Middle & High School Tours
Grades 6-12 school programs include a guided tour and an experiential activity to engage students in learning about the importance of ecological, community-based farming. Programs are linked to the California Learning Standards. We also offer customized programs for college groups.
Sustainable agriculture integrates three main goals: environmental stewardship, farm profitability, and prosperous farming communities. Sustainable agriculture refers to the ability of a farm to produce fertile soil and healthy livestock, without causing severe or irreversible damage to ecosystem health.
Learn the benefits of a polyculture farm. Growing a mixture of crops (polyculture) helps reduce disease or pest problems. Cropping systems that include a variety of crops (polyculture and/or rotation) also replenish nitrogen and also use resources such as sunlight, water, or nutrients more efficiently.
Learn the importance of supplying local markets. The way that crops are sold must be accounted for in the sustainability equation. Food sold locally requires little additional energy, aside from that necessary for cultivation, harvest, and transportation.
Trace the story of a plant or animal from it's beginnings on the farm to your dinner table in your home Focus on sustainable practices.
Learn two of the many possible practices of sustainable agriculture: crop rotation and soil amendment, both designed to ensure that crops being cultivated can obtain the necessary nutrients for healthy growth. Learn the long-term effects of various practices on soil properties and processes essential for crop productivity. Although air and sunlight are available everywhere on Earth, crops also depend on soil nutrients and the availability of water. When farmers grow and harvest crops, they remove some of these nutrients from the soil. Without replenishment, land suffers from nutrient depletion and becomes either unusable or suffers from reduced yields. Sustainable agriculture depends on replenishing the soil while minimizing the use of non-renewable resources, such as natural gas, or mineral ores.
Learn about planting according to the seasons and seed saving techniques.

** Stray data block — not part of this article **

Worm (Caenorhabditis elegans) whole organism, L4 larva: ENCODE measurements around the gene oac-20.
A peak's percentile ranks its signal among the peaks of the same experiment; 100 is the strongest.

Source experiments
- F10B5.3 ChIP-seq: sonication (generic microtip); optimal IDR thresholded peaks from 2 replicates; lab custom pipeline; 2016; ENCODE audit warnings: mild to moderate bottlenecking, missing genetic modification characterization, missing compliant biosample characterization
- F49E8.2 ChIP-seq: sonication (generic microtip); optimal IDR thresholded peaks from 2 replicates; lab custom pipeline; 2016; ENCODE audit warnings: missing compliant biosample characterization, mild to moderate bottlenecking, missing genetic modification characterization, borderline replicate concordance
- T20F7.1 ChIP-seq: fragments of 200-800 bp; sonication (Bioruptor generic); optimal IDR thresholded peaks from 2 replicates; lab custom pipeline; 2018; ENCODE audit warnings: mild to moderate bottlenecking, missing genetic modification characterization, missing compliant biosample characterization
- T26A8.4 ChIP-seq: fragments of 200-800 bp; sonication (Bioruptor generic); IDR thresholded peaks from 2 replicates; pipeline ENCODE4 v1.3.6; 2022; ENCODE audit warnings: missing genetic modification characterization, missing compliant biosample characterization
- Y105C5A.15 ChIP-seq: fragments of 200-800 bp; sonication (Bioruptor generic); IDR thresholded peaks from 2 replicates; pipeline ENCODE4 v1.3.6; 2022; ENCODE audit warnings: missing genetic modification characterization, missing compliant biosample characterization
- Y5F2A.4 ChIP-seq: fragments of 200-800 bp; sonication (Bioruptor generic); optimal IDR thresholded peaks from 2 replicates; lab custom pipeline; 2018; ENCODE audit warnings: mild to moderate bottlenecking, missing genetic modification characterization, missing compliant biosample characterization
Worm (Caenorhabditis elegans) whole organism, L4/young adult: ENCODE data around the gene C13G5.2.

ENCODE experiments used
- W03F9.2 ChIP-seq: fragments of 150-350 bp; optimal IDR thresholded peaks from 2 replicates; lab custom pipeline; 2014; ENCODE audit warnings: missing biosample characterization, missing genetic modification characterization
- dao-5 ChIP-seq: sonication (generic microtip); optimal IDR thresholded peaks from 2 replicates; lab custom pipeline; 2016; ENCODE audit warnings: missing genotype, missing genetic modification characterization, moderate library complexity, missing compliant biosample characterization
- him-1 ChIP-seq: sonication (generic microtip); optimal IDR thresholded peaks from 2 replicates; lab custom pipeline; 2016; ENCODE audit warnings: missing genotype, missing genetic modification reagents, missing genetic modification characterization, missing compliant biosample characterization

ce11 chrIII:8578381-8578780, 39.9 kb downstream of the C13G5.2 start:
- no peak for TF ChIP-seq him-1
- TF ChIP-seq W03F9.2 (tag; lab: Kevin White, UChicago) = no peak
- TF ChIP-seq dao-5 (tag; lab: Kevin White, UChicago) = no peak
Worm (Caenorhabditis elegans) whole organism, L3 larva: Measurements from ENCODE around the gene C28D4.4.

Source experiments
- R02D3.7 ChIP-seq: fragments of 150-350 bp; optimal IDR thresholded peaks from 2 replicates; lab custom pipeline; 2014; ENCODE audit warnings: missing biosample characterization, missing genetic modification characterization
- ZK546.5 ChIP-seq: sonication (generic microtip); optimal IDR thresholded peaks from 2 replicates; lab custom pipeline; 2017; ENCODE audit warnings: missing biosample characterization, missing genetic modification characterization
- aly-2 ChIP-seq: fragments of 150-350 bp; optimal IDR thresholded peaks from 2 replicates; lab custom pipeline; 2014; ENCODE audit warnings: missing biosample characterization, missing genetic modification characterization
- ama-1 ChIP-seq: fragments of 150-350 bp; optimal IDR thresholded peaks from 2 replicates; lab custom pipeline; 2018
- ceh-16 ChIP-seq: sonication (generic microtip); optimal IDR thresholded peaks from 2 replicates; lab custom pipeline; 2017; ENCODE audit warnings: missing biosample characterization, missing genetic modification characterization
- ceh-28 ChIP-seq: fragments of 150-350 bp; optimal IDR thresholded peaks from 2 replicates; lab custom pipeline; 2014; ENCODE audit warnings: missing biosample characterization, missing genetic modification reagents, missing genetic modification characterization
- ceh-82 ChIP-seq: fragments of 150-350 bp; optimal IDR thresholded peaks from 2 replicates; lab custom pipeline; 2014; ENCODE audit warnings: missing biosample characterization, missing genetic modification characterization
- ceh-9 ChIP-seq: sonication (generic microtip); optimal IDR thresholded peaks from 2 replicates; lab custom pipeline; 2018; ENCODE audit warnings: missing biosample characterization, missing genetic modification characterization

Learn about alternate sources of nitrogen such as recycling crop waste and livestock manure and growing legume crops and forages that form symbioses with nitrogen-fixing bacteria called rhizobia
In some areas, sufficient rainfall is available for crop growth, but many other areas require irrigation. Learn about drip irrigation systems and how they conserve water.
Learn the benefits of companion planting. When you plant different crops in close physical proximity, they assist each other in nutrient uptake, pest control, pollination, and other factors necessary to increasing crop productivity.
Learn the importance of attracting beneficial insects such as pollinators and predatory insects.
Learn ways to practice sustainable animal husbandry. Some of the key tools to grazing management include fencing off the grazing area into smaller areas called paddocks, lowering stock density, and moving the stock between paddocks frequently. Raising animals and plants on the same farm creates a complete circle of life that allows greater sustainability.
Learn the process of vermiculture (growing worms) and nurturing healthy microbes in the soil.
$15 per person
We are open Monday - Friday year-round.
Minimum group size is 10 people
Please fill out this form to begin your reservation process. We will contact you to finalize the date and time for your visit to Amy's Farm. For questions please call 844-4AMYSFARM (844-426-9732).